This is an IBM Automation portal for Cloud Platform products. To view all of your ideas submitted to IBM, create and manage groups of Ideas, or create an idea explicitly set to be either visible by all (public) or visible only to you and IBM (private), use the IBM Unified Ideas Portal (https://ideas.ibm.com).
Shape the future of IBM!
We invite you to shape the future of IBM, including product roadmaps, by submitting ideas that matter to you the most. Here's how it works:
Search existing ideas
Start by searching and reviewing ideas and requests to enhance a product or service. Take a look at ideas others have posted, and add a comment, vote, or subscribe to updateson them if they matter to you. If you can't find what you are looking for,
Post your ideas
Post an idea.
Get feedback from the IBM team and other customers to refine your idea.
Follow the idea through the IBM Ideas process.
Specific links you will want to bookmark for future use
Mapping of a role in a JWT token to a technical user ID in SAF/RACF
As of today only WebSphere Liberty on z/OS and z/OS Connect EE (which is also based on WebSphere Liberty on z/OS) can only map the distributed user ID in a JWT token to a mainframe user ID in SAF/RACF. This is a problem when there is no equivalent personal user ID in SAF/RACF, which is a very common scenario (for instance often only a few bank employees today accessing 3270-based mainframe applications have a user ID in SAF/RACF). When now a distributed application should call a mainframe application or a mainframe application, which today has an application-internal security should be modernized and use standard security mechanism instead, the limited mapping capabilities can become a huge problem - especially in z/OS Connect EE and traditional mainframe backend systems accessed by WebSphere Liberty on z/OS and/or z/OS Connect EE like DB2, IMS and CICS. For such a scenario it would be helpful if WebSphere Liberty on z/OS and z/OS Connect EE could map a role in JWT token to a technical user ID in SAF/RACF, which is then being used for authorization checks in such backend systems. Since there could be multiple roles in a JWT token there may be a need to configure which role should be mapped per application in WebSphere Liberty on z/OS or per API in z/OS Connect EE. There may be also a need for a precedence of roles taken into account for a mapping per application / per API since there could be different roles for different sets of privileges within a single application / API (for instance read-only vs. update access).
One concrete sample scenario in which such a mapping capability would be very helpful:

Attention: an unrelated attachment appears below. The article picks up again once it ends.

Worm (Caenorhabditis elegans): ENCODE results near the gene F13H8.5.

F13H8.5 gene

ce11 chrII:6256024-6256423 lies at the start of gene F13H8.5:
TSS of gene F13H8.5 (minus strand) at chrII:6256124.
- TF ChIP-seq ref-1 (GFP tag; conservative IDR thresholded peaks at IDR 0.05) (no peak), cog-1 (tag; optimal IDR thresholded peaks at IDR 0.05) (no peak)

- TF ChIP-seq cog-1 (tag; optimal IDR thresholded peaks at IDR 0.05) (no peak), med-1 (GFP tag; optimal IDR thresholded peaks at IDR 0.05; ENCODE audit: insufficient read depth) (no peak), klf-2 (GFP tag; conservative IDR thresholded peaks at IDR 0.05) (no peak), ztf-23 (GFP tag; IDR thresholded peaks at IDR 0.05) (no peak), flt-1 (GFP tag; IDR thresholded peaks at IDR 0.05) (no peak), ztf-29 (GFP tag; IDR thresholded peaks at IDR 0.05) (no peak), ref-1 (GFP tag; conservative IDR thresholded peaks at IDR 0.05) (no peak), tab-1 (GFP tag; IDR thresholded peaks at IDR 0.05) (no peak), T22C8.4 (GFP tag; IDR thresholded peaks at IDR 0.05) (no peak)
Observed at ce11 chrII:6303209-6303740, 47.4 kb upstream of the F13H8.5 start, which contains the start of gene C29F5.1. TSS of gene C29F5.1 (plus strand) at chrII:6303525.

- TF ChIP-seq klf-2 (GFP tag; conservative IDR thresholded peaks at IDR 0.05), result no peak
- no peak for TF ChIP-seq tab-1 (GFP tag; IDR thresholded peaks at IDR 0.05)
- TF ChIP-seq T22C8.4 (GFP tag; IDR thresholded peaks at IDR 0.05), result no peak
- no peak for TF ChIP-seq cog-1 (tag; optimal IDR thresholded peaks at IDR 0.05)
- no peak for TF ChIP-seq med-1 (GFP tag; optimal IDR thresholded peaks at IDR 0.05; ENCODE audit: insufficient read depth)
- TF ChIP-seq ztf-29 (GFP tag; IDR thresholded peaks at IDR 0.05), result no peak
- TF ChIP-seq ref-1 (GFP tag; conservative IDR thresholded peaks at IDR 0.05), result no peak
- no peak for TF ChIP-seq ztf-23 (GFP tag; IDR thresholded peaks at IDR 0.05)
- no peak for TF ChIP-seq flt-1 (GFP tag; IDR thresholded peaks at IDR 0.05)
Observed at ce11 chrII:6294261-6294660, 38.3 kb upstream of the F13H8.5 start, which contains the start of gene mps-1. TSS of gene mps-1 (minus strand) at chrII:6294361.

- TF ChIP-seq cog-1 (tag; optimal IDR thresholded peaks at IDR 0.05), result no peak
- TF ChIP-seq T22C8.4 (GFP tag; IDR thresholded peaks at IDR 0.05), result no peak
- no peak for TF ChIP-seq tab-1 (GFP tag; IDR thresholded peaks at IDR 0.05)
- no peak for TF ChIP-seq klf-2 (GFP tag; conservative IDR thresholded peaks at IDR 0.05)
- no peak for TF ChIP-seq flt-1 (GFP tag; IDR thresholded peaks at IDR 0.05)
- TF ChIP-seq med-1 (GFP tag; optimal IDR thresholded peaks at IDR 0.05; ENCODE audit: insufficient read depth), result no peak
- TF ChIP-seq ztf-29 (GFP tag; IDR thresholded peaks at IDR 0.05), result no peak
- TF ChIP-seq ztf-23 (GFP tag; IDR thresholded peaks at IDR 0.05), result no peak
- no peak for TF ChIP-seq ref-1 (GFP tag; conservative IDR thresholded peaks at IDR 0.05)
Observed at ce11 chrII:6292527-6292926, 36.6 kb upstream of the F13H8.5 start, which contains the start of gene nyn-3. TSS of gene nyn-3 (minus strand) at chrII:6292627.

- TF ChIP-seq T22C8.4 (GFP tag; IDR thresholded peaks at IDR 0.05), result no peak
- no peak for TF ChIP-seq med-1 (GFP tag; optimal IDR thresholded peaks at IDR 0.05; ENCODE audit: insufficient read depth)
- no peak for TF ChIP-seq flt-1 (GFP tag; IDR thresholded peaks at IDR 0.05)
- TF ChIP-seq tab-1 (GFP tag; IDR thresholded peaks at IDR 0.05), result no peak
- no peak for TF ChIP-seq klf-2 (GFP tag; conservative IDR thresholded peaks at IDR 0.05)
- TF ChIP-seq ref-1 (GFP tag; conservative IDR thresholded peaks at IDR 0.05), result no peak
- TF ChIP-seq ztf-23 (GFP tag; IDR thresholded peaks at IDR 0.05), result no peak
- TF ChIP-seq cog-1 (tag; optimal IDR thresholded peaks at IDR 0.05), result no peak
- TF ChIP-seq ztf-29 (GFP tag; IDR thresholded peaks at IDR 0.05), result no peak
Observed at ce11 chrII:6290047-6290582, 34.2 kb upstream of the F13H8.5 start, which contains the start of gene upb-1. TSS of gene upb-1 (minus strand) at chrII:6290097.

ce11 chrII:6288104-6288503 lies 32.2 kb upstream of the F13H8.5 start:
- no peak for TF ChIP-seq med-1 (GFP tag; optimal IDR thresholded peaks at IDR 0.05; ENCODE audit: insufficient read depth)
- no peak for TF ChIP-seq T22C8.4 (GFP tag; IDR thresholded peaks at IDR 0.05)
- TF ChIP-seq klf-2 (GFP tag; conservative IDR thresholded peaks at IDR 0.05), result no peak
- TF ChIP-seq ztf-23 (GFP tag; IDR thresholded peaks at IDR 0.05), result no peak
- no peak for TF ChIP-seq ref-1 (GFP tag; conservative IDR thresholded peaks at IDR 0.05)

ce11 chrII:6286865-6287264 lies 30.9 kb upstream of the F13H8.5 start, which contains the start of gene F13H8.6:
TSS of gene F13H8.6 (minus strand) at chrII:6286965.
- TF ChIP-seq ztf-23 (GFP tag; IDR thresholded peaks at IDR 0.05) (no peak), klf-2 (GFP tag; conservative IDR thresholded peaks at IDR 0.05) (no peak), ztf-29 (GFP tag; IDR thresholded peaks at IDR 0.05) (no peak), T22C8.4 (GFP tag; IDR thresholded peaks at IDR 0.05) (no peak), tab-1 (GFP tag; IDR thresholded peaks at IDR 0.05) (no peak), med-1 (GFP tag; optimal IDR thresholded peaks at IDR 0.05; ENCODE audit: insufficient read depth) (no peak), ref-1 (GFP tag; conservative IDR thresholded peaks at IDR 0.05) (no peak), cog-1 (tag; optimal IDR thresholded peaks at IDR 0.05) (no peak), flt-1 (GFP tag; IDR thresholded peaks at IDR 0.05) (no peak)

A traditional IMS application, which today is being invoked from an old-school fat client frontend using a technical SAF/RACF user ID for the authentication with IMS as well as for authorization checks in IMS and DB2 and personal user ID sent as part of the application data for application-internal authorization checks, should be modernized with a new web-based frontend in WebSphere Liberty using z/OS Connect EE to the communication with the backend IMS application. The web-based frontend should use single sign-on and get a JWT token from an OpenID Connect provider such as ADFS or Keycloak. This JWT token should be used to authenticate with WebSphere Liberty and z/OS Connect EE, but since IMS can't handle JWT tokens the underlying WebSphere Liberty server in z/OS Connect EE should map a role in the JWT token to a technical user ID in SAF/RACF. In addition to this the IMS Service Provider of z/OS Connect should take the distributed user ID from the JWT token and set it into a header field, which IMS then would log with the request and the IMS application then can use to evaluate (this is already possible with the IMS Service Provider of z/OS Connect today). Besides the modern frontend and communication and the comfortable single sign-on the big difference compared to the previous solution from a security point of view is, that the personal user ID is not part of the application data anymore and so couldn't be manipulated as easy as before anymore. Of course it would be even better to have personal user IDs in SAF/RACF as well, but this would require to add thousands of personal users to SAF/RACF, which are not there today. It would also require to have user change their mainframe passwords or to exchange passwords automatically whenever the user changes it on a distributed platform.
Do not place IBM confidential, company confidential, or personal information into any field.